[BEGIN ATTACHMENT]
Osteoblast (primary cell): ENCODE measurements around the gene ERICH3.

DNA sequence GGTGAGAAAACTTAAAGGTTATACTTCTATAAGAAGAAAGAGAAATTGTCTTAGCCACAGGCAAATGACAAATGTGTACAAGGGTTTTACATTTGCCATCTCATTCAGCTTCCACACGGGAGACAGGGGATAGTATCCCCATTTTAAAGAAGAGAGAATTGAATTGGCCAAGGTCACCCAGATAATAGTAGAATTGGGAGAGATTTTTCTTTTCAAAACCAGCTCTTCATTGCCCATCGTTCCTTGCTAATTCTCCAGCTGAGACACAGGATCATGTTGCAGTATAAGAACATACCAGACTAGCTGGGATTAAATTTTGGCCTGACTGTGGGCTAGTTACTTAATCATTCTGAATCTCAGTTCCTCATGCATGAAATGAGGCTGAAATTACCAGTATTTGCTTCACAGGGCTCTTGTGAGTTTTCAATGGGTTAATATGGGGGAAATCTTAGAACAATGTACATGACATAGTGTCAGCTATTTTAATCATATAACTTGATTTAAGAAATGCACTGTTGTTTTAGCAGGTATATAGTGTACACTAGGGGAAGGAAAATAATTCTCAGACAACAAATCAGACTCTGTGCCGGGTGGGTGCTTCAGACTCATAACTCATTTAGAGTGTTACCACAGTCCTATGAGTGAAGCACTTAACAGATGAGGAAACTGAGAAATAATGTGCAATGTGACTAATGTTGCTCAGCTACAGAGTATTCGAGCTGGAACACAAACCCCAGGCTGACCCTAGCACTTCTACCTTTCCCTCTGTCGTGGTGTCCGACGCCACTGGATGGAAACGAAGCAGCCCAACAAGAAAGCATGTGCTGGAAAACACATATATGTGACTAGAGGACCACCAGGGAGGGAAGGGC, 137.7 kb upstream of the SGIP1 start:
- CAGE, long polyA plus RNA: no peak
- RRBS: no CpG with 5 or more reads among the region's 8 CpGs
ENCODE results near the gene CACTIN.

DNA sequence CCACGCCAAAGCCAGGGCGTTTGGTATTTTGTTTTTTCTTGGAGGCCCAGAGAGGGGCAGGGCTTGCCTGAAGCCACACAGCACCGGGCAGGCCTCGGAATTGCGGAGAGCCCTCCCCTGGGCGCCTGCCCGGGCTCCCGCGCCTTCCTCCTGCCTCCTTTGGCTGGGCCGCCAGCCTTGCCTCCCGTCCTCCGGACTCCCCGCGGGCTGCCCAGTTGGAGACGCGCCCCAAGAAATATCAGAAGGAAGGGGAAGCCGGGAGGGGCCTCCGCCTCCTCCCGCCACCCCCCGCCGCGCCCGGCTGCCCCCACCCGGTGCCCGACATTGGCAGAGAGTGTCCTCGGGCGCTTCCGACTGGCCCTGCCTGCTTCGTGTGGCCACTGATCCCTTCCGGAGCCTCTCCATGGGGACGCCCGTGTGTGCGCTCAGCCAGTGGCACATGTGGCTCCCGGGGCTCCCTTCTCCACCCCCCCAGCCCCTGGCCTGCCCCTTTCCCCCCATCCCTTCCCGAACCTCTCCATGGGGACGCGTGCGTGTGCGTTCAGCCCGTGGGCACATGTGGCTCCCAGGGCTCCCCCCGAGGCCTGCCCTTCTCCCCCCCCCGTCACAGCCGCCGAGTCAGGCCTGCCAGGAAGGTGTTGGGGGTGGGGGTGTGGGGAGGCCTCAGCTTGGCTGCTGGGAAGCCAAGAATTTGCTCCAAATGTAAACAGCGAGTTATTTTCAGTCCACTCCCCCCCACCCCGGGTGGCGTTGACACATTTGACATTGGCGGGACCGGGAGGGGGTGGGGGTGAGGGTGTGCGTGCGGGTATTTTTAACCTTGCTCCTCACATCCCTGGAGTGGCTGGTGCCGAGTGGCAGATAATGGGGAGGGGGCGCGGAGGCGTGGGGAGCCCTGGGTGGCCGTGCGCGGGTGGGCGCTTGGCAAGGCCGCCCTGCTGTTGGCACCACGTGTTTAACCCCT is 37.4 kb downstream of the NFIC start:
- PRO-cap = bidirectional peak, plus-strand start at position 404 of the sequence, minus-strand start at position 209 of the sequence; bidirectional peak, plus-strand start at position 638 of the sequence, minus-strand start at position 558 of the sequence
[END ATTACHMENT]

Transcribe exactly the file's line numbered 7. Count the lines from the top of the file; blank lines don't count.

- PRO-cap = bidirectional peak, plus-strand start at position 404 of the sequence, minus-strand start at position 209 of the sequence; bidirectional peak, plus-strand start at position 638 of the sequence, minus-strand start at position 558 of the sequence